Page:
Friday, February 23, 2007

WaterTemp Does Make a Difference

I've harped on water temperature enough in this blog to write a book. In keeping with the theme, here's another post. Over the past two weeks I've seen my preferred lap pool's temperature swing from an average of 81F up to 87F and as low as 77F (this is an indoor pool). Today it was at 83F. What's amazed me is my speed variability as a result of these temps. I typically do a pretty consistent mile in terms of time. In the short period of two weeks, I've seen my times swing 1.5 minutes (maybe more) on either side. I always knew warm water fatigued me, but I find this disparity amazing. Obviously, I can factor out fitness or lack there of as a cause for this disparity. I've seen swings in my speed over the course of six months, but never so much over just a few days. I honestly don't think the people in charge of pool temps really have any idea of the impact they are having on those of us who use the pool (much less the impact on their own facility's bottom line. Sure they get a lot of hell from both sides - some are too cold, others too hot. But don't the high temps and the big, fast swings effect the bottom line - i.e. the utility bills? I'm all for saving money. Swimming faster is an added bonus! I think I'm on the right side of this argument. Save money and lower the pool temperature. Now!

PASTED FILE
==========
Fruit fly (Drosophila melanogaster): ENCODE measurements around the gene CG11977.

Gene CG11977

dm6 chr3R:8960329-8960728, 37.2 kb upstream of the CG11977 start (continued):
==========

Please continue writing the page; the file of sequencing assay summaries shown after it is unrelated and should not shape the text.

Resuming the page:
Thursday, February 22, 2007

Is there an Optimal Pull Speed

This morning I noted that at times during my swim I was pulling faster, but making less progress. I slowed down the pace of the stroke and found it more efficient. I didn't change the stroke in any other way and I didn't time myself, but felt like I was making better progress through the water with the slower stroke. Strange. This begs the question, is there an optimal pull speed that works best for the speed the body is traveling through the water? If one's stroke pace exceeds the speed of the water flow, are you defeating yourself by using excessive energy? I'm thinking the right speed is where one catches the water such that you can maximize the pull. But what is that? If you pull too fast, you pull less water and consequently use more energy than you get back in terms of forward momentum. Am I on track to something here or just full or it? Your thoughts dear readers ...

Wednesday, February 21, 2007

Getting Past Swimming Tired